He hits 45 where the posted speed is 15. Runyon Canyon slips by. The road hooks right. Guldstrand brakes without downshifting. He knows he doesn't have to. Mulholland is a reflex for him. He first drove it more than 50 years ago, and in the world of L.A. racers, he's a legend on this stretch of asphalt. Call him the dean of Mulholland Drive, professor emeritus of this two-lane racetrack.
Author's name: In Wednesday's Cars Commemorative Edition, a story about Mulholland Drive misspelled the name of the co-author of "The Mulholland Experience" as Dan Mcgee. It's Dan Magee. —
Fifty-five miles long, Mulholland Drive reaches above the smog, down to the beach and cuts Los Angeles in two. It is not Route 66, though its kicks are plentiful. Nor is it the sand- and salt-spun coastal route. Mulholland is instead a driver's road, an open invitation to forget about efficiency and expediency and experience a Los Angeles long lost to freeways, traffic and modern life.
Dusty and rugged, ethereal and dark, Mulholland holds truths about Los Angeles that are lost in the flatlands. Gary Cooper, James Dean and Steve McQueen heard the siren call of its S's and hairpins. David Hockney discovered a new city in its steep canyons, David Lynch found a dreamscape in its night and Michael Stipe said goodbye to the 20th century from its lonely overlooks.
For Gulstrand, it was all about speed. He cut his teeth driving hot rods on Sepulveda Boulevard at 3 a.m. and lake cars on the dusty playas of the Mojave. He got an engineering degree from UCLA, tried his hand in aerospace, but a '56 Corvette lured him to the track, and in no time he was competing and winning in his class in the big races: the Daytona 24-Hour Race, the Sebring 12-Hour Race, the 24 Hours of Le Mans.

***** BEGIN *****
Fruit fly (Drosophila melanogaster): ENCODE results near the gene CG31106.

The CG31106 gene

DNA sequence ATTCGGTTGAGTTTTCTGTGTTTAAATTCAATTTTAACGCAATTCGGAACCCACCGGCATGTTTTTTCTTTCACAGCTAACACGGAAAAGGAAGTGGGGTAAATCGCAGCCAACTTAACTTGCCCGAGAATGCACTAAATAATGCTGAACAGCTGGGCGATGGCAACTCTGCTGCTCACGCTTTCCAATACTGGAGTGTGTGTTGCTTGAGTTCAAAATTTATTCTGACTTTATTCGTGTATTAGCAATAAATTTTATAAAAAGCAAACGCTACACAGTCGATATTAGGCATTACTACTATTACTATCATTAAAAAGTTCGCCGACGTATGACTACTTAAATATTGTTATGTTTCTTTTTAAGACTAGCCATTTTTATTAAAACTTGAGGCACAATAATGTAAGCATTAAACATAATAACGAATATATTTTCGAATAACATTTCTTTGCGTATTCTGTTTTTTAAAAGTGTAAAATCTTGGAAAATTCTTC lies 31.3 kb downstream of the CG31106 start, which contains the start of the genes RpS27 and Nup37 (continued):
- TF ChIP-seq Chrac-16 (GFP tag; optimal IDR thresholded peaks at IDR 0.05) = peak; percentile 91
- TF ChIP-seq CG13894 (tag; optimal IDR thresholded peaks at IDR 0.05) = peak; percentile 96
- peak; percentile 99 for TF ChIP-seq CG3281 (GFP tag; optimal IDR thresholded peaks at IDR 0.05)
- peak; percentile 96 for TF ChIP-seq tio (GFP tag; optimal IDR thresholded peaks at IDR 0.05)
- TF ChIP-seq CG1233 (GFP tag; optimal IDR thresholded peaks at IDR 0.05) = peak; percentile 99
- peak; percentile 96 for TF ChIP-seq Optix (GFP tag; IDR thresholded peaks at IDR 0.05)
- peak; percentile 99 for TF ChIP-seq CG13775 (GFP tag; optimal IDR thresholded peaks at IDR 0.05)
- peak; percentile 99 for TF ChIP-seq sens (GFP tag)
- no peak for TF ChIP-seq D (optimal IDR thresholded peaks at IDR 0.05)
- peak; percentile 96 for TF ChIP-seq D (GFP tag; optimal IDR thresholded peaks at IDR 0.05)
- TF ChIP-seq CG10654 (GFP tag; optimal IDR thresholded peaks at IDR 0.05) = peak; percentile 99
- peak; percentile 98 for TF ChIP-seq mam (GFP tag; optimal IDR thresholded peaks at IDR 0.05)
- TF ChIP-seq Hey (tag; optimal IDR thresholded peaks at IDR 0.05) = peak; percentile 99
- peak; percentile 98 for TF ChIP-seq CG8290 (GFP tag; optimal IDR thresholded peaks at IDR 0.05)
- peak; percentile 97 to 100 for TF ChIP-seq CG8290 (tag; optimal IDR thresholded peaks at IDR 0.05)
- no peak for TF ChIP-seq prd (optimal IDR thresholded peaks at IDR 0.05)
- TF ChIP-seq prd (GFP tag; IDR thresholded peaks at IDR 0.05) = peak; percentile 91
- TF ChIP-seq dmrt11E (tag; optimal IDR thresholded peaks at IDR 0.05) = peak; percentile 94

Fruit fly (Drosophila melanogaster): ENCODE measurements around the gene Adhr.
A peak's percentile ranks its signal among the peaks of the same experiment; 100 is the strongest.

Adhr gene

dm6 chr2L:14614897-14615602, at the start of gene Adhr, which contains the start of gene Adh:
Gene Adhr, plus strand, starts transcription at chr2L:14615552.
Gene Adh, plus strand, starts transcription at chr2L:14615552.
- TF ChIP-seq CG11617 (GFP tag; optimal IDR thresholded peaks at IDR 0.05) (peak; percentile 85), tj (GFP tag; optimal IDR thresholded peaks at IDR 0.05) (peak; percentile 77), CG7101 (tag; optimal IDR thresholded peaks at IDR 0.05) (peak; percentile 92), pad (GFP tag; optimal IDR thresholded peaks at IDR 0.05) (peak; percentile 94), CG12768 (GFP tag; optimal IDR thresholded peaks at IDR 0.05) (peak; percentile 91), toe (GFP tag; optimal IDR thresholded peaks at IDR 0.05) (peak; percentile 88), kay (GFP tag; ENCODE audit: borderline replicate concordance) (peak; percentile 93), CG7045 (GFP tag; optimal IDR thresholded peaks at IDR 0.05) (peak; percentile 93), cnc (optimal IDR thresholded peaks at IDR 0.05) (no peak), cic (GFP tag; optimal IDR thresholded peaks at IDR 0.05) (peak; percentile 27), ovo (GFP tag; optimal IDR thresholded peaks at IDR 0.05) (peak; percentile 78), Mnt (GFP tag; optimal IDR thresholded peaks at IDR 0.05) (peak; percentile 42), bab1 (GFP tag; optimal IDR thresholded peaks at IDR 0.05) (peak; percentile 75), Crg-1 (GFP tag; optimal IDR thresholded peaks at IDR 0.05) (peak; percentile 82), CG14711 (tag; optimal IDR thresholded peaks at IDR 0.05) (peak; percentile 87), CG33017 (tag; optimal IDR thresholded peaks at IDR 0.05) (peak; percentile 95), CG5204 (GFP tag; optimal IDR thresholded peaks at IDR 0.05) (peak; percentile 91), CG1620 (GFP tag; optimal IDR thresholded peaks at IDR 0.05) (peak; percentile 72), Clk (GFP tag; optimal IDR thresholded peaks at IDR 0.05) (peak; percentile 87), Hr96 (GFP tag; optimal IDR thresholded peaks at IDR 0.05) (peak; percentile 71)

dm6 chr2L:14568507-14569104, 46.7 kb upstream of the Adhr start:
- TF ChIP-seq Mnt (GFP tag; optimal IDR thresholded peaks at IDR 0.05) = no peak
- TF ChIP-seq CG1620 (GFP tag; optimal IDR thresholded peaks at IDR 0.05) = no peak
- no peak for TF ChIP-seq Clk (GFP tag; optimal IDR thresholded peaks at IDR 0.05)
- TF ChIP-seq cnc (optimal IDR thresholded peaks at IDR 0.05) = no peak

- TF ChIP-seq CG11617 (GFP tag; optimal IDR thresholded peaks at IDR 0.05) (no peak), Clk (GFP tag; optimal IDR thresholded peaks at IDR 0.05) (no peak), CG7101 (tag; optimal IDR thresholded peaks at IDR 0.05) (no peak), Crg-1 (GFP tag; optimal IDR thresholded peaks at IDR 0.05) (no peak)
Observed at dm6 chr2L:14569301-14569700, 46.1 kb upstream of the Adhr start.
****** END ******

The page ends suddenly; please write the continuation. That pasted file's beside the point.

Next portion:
His résumé describes an underworld of racing only Southern California could make possible. He started building his own cars in 1968 (Guldstrand Engineering is still a destination for the truly serious). He's built cars for Nicolas Cage and Bruce Springsteen, and he's even dropped a 383 Chevy engine into the governor's Hummer.
Still, fame is nothing when Mulholland beckons, as it always does, so close and so inviting. Driving this twisty serpent is "almost like freedom," he says. "It is like you're cheating death. You push yourself to the point where you're way beyond doing anything right if something should go wrong."
A UPS truck pulls in front of him, and he brakes to 25.
WHEN Mulholland Drive was completed in 1924, the city took the day off. It was just after Christmas, and the daylong celebration began in Calabasas.
William Mulholland, the man who stole water from the gods, was the honoree. It being Prohibition, he smashed a bottle of Owens Valley's finest over a foot-long key that opened a padlock to a floral gate stretched across the road. City fathers in fedoras squeezed in for photos, beaming in no small part over the $200,000 that remained from the $1 million bond issue.
Billed as a "gift of Los Angeles to her 1,250,000 inhabitants," the highway was named for the city's chief engineer, but the real hero was DeWitt L. Reaburn. From the groundbreaking in 1923 through the dedication just a year later, Reaburn pushed a crew of nearly 500 men through these mountains with steam shovels and blasting powder.
Today Mulholland winds its way west of Calabasas through arroyos thick with wild flowers and over sandstone ridges. Descending through a steep oak and eucalyptus canyon, it ends at Leo Carrillo State Park, where the surf nearly breaks on its footings.
In the city, it's Mulholland Drive. In the L.A. County stretch, it's Mulholland Highway, and through Topanga State Park, it is closed to traffic.
The landmarks of Mulholland are too famous to be anonymous. A few honor legendary drivers; most are merely shorthand for the traits of road.
Guldstrand winds around Deadmans Curve, a sharp hairpin just past Laurel Canyon, and he speeds up in approach to Carls Jr. and Carls, two back-to-back curves carved into the hillside just beneath the radio tower. Sweeper lies ahead, and then Grandstands.
He downshifts as he approaches a red light at Coldwater Canyon. The Corvette rumbles. "Come on," he mutters. He may be 80, but waiting for the light to change, he's as restless as a teenager on a drag strip. "Come on."
A cement mixer comes up the grade from the Valley. "Something you really don't want to meet on a switchback," he says as if he knows.